Getting used to the heat
Since the beginning of this month, the Opp High School football team moved its summer workout time to the afternoons to get “used to the heat.”
In June, the Bobcats were meeting three times per week at 7:30 a.m., participating in weight lifting and conditioning.
Opp coach Jack Whigham said the turnout this summer on the team has been strong, numbers-wise.
“We’ve got 65 kids lifting to play football next year and the seniors have had the best summer of any group I’ve had since I’ve been here,” Whigham said. “We’ve had some good senior classes, but they’ve been present more than they have in the past. We’ve only had three seniors miss a workout at all. They’ve done a great job with that.”
One thing Whigham said has been a problem with the ninth and 10th graders are the “hurts” that can happen.
“They’ve been here and they’ve been present, but we’ve had a lot of nagging hurts — or what I call hurts,” he said. “I think sometimes we confuse hurts and injuries. It takes kids sometimes a little while to learn the difference between a hurt and an injury. But, they’re growing and they’ve been here and they’re getting tougher. They weren’t as tough at the start of the summer as I would have liked them to be, but they’ve made a lot of progress since then.”
Whigham said during June, the team practiced with blocking pads.
“We did some blocking drills with pads not attached to any equipment,” he said. “Now, we’re going to throw the ball some. The reason I’m going to the afternoon is because a lot of the baseball is done now and I’m going to the afternoon to get as closer to the actual time we start practicing (in August). I want us to get acclimated to that time of day a little bit better.”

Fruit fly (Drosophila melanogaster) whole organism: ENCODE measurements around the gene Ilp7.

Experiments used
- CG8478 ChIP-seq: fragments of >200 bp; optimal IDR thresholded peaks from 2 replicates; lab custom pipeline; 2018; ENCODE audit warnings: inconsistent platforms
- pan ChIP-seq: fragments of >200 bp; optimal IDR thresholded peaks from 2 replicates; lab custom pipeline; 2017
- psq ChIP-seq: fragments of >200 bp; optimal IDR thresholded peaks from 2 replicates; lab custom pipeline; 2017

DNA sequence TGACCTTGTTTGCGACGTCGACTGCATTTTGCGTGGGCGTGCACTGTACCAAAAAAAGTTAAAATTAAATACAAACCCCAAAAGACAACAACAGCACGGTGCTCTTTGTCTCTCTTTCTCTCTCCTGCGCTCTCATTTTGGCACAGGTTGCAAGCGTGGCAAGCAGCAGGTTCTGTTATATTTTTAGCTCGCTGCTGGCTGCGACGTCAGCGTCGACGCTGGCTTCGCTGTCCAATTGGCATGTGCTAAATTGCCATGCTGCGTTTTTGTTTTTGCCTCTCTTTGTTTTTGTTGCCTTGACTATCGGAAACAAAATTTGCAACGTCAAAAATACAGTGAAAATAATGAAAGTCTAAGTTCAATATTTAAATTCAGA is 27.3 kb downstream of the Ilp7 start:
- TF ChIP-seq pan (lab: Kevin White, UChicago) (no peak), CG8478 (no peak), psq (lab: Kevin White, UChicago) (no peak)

The Bobcats started their workouts Mon., June 8, and will work out until Fri., July 31.
Whigham said the workouts are important because it gives the players an opportunity to get ready for the fall.
“There is no doubt that if you’re not in the weight room and not conditioning, you’re not going to be ready for the fall,” Whigham said. “It’s critical to the physical well-being of the kids, first of all. But, also they’re critical in building team unity and getting your team conditioned for what they’re going to face in the fall.
“Years ago, a lot of people didn’t lift in the summer,” he said. “Most of that has changed. If you’re going to compete, you’ve got to compete in the summer.”
Whigham said the main difference he has seen since June 8 is an increase in his players’ overall toughness.
“I saw some kids that weren’t as tough as I thought they needed to be at the start of the summer,” he said. “But, it seems to be that they are gaining some mental toughness as well as physical toughness. I haven’t seen a lot of strength gains, but I’ve seen some. It’s just been a month. One thing I’ve seen is that we’re building a little more togetherness. As a coach, that’s what I like to see.”